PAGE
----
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I plan on working through "Geometry of Physics" by Frankel. I keep on running into little snags here and there, and I am wondering if that's just part of the process, or whether I am ill-prepared.

For example, in order to understand what differentiability in higher dimensions means (one of the things Frankel assumes you know already), I have been trying to make my way through Spivak's "Calculus on Manifolds". Progress is there, but it's slow.

Is it just me, or is there something incredibly ugly about how Spivak proves the closed interval $[a,b]$ is compact(proof of Heine-Borel theorem)? Am I just missing a lot of "back-story" (i.e. stuff I should be pretty comfortable with already)? Is each page supposed to take me an hour to work through?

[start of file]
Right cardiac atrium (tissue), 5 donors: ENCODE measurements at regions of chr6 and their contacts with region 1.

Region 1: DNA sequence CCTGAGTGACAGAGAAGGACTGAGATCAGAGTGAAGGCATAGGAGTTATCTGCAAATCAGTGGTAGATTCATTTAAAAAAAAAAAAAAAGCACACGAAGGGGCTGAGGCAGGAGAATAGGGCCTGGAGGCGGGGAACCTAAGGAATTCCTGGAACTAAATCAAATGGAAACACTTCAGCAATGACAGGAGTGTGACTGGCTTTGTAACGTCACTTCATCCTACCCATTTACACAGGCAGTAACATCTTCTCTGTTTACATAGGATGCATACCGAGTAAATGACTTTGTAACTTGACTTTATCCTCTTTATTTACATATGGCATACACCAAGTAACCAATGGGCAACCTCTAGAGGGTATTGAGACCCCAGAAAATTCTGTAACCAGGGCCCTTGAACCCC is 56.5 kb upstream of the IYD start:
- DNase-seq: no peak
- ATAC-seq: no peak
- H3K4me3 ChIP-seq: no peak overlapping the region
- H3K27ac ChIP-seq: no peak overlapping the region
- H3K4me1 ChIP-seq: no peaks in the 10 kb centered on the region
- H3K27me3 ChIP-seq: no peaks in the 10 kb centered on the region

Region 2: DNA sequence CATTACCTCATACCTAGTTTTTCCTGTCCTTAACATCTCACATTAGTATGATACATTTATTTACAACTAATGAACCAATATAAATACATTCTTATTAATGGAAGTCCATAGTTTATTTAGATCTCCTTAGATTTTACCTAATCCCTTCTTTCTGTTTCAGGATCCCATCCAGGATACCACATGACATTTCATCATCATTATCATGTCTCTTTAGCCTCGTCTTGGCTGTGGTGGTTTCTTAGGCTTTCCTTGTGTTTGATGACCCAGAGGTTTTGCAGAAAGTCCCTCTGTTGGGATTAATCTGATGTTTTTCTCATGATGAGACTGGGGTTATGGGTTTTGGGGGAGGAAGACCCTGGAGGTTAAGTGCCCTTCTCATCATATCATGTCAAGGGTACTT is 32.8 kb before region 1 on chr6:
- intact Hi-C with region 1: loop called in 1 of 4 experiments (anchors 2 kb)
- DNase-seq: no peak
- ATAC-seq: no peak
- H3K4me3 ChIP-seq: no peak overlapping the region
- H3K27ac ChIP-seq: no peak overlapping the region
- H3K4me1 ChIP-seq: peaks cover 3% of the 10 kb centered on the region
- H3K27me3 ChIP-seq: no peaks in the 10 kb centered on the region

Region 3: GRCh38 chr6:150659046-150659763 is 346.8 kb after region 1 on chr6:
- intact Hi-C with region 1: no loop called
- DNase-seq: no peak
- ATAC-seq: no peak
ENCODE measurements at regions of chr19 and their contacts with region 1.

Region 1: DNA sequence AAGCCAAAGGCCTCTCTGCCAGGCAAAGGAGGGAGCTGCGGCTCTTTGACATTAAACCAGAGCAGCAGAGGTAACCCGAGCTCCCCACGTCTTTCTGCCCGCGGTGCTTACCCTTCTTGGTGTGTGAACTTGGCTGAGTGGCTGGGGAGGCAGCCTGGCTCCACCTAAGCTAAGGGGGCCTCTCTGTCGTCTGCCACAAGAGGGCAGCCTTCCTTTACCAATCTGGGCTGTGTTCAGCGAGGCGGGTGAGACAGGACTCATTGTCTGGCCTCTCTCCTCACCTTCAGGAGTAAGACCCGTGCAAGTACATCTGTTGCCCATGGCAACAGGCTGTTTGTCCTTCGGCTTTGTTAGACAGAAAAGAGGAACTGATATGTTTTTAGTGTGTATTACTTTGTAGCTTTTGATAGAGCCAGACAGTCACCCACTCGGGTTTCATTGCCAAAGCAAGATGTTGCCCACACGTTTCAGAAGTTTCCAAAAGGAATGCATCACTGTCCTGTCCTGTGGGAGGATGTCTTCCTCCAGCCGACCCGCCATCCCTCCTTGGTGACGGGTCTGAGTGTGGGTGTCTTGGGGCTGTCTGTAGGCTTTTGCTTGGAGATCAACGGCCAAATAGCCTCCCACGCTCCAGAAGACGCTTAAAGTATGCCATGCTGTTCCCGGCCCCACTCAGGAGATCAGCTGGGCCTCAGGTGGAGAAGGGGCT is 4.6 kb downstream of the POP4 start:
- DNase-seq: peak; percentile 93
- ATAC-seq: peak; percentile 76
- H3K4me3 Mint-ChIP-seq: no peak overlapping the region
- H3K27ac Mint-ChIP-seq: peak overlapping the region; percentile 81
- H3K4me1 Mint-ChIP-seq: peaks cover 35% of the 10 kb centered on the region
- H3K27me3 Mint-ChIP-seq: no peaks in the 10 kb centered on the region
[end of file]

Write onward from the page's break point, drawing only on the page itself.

Just thought I'd ask others who might have something to share from their experience.

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My first question to you is "Why did you choose Frankel's book ?" Well, Frankel is a nice book, and I would recommend it to a physics major. But if you are ready to digest a bit more of abstraction with plenty of details, I would suggest you to go for John Lee's "Introduction to smooth manifolds" 2nd ed. Another advantage of following Lee is that he also talks about basic Topology and multivariable analysis in appendices making the book rather complete.


Secondly, don't get demotivated just because you had to spend an hour or so understanding one page. Mathematics is more like an art. You may have to struggle to learn the techniques and language. But once you are done with it, you can understand and even create masterful pieces of art with it. All the best.

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